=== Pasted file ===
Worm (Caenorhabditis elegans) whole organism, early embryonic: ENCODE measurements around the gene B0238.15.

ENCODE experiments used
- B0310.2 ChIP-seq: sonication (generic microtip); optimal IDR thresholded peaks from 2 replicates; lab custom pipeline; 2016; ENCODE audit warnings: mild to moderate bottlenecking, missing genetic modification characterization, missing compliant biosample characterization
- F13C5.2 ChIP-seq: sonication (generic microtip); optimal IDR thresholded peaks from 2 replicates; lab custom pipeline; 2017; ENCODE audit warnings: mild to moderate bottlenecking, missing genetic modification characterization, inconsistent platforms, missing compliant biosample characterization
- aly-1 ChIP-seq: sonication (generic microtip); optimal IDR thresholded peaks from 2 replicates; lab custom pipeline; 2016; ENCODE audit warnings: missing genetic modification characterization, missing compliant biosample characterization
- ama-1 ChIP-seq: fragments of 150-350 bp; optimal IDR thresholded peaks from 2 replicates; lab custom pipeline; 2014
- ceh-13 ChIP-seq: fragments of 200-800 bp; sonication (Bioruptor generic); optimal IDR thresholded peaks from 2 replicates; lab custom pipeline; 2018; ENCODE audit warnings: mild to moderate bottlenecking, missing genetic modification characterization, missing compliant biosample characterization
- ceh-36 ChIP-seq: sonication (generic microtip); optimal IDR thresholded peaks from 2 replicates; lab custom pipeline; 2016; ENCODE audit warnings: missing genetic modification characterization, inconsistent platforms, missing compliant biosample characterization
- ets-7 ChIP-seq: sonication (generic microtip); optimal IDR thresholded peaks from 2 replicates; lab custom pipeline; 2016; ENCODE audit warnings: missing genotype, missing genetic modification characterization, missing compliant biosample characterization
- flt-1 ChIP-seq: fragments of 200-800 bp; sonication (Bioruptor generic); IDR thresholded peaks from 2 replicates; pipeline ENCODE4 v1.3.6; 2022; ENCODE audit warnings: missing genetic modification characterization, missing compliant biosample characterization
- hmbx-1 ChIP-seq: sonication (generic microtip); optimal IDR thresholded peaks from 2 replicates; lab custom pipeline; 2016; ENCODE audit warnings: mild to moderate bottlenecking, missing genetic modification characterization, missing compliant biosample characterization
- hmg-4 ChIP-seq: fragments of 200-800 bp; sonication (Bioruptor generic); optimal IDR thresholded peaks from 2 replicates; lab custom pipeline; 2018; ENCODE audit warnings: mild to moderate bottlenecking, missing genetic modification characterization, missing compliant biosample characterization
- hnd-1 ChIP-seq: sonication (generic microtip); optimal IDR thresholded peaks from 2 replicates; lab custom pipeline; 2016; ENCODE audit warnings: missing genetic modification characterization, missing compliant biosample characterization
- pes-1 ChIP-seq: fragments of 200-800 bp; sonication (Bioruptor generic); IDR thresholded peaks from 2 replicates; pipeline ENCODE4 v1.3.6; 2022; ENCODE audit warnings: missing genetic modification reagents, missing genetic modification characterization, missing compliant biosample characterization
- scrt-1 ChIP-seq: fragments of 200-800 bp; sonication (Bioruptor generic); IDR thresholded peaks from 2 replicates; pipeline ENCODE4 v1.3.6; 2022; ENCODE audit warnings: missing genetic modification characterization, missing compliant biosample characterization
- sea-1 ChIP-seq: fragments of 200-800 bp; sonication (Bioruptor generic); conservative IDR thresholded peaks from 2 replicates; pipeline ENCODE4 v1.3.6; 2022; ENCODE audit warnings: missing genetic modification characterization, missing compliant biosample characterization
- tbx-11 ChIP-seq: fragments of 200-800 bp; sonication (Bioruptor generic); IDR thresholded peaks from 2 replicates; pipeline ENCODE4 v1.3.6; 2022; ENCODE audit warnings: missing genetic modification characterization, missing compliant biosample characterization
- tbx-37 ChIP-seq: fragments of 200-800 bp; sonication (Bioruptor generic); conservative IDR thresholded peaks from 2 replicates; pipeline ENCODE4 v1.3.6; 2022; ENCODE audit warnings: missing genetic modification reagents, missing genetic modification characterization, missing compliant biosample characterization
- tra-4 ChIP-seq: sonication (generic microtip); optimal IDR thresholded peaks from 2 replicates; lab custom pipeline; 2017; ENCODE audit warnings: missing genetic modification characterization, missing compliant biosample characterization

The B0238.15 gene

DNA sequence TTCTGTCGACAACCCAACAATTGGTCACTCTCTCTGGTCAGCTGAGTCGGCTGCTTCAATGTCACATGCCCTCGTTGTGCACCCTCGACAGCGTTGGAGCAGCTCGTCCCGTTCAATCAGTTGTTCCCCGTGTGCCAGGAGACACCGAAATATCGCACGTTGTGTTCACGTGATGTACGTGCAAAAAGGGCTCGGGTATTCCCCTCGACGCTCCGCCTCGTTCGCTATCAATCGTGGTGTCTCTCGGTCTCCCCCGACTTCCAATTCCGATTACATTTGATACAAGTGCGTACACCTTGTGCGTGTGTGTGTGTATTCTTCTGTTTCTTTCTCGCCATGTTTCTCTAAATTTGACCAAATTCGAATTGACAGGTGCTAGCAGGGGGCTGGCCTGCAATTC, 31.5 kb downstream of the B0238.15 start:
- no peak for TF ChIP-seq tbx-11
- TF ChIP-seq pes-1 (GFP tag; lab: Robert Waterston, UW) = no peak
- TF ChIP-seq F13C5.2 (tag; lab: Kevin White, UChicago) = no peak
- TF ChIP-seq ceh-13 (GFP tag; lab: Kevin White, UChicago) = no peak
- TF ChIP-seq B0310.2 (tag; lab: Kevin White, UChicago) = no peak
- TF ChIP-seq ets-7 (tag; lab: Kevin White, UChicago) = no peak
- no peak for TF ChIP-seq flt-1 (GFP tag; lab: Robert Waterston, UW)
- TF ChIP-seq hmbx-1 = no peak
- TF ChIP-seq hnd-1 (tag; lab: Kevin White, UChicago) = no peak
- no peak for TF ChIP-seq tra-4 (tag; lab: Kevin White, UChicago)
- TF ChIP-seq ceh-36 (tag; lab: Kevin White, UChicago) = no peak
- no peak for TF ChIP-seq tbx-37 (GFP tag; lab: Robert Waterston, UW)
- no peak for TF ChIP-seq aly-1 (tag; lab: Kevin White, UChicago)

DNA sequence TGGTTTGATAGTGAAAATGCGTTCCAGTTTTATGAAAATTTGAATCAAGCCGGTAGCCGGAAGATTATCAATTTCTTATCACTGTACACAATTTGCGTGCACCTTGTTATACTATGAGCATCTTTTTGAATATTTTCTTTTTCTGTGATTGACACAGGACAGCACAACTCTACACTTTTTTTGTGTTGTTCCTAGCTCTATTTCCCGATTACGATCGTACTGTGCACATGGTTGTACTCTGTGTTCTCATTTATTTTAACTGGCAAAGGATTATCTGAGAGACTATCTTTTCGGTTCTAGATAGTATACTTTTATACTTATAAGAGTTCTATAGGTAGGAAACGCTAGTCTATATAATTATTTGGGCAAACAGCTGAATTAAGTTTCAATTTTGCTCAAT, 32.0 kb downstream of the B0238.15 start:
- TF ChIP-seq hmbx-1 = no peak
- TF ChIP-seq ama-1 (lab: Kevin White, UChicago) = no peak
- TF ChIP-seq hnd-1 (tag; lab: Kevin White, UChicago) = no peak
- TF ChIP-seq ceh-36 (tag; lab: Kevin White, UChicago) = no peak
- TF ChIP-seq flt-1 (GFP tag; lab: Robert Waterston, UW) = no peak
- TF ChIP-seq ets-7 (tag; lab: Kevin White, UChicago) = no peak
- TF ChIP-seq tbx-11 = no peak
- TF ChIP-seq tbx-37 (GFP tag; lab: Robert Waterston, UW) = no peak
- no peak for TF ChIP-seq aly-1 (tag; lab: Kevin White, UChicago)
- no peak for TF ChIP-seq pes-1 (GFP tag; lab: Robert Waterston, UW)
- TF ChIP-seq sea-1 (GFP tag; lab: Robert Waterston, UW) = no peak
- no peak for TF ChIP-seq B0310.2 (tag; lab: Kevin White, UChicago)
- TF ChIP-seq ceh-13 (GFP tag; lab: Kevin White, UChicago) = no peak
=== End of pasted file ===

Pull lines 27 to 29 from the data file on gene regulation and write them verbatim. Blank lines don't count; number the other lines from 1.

- TF ChIP-seq ets-7 (tag; lab: Kevin White, UChicago) = no peak
- no peak for TF ChIP-seq flt-1 (GFP tag; lab: Robert Waterston, UW)
- TF ChIP-seq hmbx-1 = no peak